(Mammography, Breast X-ray)
What is a mammogram?
A mammogram is an x-ray examination of the breast. It is used to detect and diagnose breast disease in women who either have breast problems such as a lump, pain, or nipple discharge, as well as for women who have no breast complaints. The procedure allows detection of breast cancers, benign tumors, and cysts before they can be detected by palpation (touch).
Mammography cannot prove that an abnormal area is cancer, but if it raises a significant suspicion of cancer, tissue will be removed for a biopsy. Tissue may be removed by needle or open surgical biopsy and examined under a microscope to determine if it is cancer.
Mammography has been used for about 30 years, and in the past 15 years technical advancements have greatly improved both the technique and results. Today, dedicated equipment, used only for breast x-rays, produces studies that are high in quality but low in radiation dose. Radiation risks are considered to be negligible.
The development of digital mammography technology allows for improved breast imaging, in particular, for women less than 50 years of age, women with dense breast tissue, and women who are premenopausal or perimenopausal. Digital mammography provides electronic images of the breasts that can be enhanced by computer technology, stored on computers, and even transmitted electronically in situations where remote access to the mammogram is required. The procedure for a digital mammography is basically performed the same way as a standard mammogram.
With computer-aided detection (CAD) systems, a digitized mammographic image from a conventional film mammogram or a digitally acquired mammogram is analyzed for masses, calcifications, or areas of abnormal density that may indicate the presence of cancer. The images are highlighted by the CAD system for further analysis by the radiologist.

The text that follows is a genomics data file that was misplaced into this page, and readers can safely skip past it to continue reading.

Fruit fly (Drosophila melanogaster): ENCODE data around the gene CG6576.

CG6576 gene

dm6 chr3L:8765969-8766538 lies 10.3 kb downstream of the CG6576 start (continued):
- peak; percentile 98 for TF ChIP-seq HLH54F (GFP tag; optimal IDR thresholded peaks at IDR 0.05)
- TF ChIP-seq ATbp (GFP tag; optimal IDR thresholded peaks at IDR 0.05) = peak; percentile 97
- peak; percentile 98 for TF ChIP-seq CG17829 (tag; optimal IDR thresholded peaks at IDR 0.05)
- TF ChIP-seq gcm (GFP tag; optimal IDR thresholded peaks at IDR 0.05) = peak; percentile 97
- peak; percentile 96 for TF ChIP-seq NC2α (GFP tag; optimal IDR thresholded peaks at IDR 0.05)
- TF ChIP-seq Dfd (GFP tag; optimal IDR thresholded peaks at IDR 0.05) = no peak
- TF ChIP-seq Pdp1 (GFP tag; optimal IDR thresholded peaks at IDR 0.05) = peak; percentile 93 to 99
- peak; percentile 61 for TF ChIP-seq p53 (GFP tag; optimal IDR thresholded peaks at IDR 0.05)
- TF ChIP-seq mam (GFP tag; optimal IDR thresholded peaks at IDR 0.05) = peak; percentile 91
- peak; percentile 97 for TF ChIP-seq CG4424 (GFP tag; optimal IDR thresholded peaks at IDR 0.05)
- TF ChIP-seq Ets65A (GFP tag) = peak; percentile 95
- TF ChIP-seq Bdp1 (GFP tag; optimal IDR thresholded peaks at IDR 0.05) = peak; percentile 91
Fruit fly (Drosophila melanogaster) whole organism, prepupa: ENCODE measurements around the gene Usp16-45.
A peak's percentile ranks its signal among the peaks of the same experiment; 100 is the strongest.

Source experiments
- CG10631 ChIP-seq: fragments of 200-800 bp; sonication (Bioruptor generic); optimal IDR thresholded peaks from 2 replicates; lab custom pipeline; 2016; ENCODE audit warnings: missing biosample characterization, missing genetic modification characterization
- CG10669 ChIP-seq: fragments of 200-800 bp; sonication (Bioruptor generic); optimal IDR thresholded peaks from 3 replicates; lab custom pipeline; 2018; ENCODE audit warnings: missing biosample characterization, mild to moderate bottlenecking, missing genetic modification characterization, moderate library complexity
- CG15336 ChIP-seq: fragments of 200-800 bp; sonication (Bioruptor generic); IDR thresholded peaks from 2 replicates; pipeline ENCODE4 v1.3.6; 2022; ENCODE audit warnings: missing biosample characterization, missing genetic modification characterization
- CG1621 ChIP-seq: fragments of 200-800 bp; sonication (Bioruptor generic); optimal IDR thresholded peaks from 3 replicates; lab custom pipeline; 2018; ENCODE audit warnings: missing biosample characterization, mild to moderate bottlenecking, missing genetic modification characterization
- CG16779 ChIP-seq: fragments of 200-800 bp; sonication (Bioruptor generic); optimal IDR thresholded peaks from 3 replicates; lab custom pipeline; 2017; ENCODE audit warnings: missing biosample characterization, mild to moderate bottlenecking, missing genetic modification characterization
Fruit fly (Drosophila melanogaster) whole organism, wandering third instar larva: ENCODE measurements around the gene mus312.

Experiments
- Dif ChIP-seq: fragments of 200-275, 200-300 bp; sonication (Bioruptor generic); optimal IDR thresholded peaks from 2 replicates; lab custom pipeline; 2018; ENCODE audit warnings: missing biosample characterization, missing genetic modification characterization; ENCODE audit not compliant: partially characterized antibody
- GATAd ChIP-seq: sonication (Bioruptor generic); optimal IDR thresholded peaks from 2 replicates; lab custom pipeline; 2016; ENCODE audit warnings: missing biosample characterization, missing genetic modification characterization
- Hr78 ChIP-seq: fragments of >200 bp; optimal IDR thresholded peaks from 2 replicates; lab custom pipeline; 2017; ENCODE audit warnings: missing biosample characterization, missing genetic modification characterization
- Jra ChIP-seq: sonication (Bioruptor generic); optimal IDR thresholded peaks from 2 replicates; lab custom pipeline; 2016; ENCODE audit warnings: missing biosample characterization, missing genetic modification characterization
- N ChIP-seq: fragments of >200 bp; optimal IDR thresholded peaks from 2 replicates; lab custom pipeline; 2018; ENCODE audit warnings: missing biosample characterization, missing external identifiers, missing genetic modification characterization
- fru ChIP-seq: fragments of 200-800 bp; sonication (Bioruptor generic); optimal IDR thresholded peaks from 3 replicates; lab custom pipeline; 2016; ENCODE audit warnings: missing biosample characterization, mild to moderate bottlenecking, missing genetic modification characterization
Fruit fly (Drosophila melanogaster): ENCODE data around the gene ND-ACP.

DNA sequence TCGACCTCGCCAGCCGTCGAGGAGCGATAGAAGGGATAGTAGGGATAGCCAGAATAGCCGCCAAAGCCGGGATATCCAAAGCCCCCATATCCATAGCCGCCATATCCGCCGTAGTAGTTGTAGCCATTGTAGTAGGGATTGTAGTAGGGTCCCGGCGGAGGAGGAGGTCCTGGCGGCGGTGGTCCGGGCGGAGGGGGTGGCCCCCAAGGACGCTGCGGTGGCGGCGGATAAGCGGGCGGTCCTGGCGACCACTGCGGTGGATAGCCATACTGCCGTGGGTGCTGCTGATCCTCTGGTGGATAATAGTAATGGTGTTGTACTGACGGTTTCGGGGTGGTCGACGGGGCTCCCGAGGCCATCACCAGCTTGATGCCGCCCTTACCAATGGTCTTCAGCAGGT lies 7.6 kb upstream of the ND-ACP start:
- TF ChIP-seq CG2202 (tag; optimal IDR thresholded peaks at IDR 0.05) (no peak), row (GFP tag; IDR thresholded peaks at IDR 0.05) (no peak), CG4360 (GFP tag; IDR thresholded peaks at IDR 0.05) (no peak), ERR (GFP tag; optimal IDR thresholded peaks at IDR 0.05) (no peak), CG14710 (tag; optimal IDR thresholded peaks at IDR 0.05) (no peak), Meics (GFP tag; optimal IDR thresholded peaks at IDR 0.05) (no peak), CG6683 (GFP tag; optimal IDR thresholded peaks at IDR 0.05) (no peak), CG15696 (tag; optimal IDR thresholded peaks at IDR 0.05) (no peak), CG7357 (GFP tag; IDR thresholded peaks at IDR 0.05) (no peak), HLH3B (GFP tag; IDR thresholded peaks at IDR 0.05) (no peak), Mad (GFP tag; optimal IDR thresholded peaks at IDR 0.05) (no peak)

What are the different types of mammograms?
According to the National Cancer Institute:
A screening mammogram is an x-ray of the breast used to detect breast changes in women who have no signs or symptoms of breast cancer. It usually involves two x-rays of each breast. Using a mammogram, it is possible to detect a tumor that cannot be felt.
A diagnostic mammogram is an x-ray of the breast used to diagnose unusual breast changes, such as a lump, pain, nipple thickening or discharge, or a change in breast size or shape.
A diagnostic mammogram is also used to evaluate abnormalities detected on a screening mammogram. It is a basic medical tool and is appropriate in the workup of breast changes, regardless of a woman's age.
What is an x-ray?
X-rays use invisible electromagnetic energy beams to produce images of internal tissues, bones, and organs on film. Standard x-rays are performed for many reasons, including diagnosing tumors or bone injuries.
X-rays are made by using external radiation to produce images of the body, its organs, and other internal structures for diagnostic purposes. X-rays pass through body structures onto specially-treated plates (similar to camera film) and a "negative" type picture is made (the more solid a structure is, the whiter it appears on the film).
Anatomy of the Breasts
Each breast has 15 to 20 sections, called lobes, which are arranged like the petals of a daisy. Each lobe has many smaller lobules, which end in dozens of tiny bulbs that can produce milk.
The lobes, lobules, and bulbs are all linked by thin tubes called ducts. These ducts lead to the nipple in the center of a dark area of skin called the areola. Fat fills the spaces between lobules and ducts.
There are no muscles in the breast, but muscles lie under each breast and cover the ribs.
Each breast also contains blood vessels and vessels that carry lymph. The lymph vessels lead to small bean-shaped organs called lymph nodes, clusters of which are found under the arm, above the collarbone, and in the chest, as well as in many other parts of the body.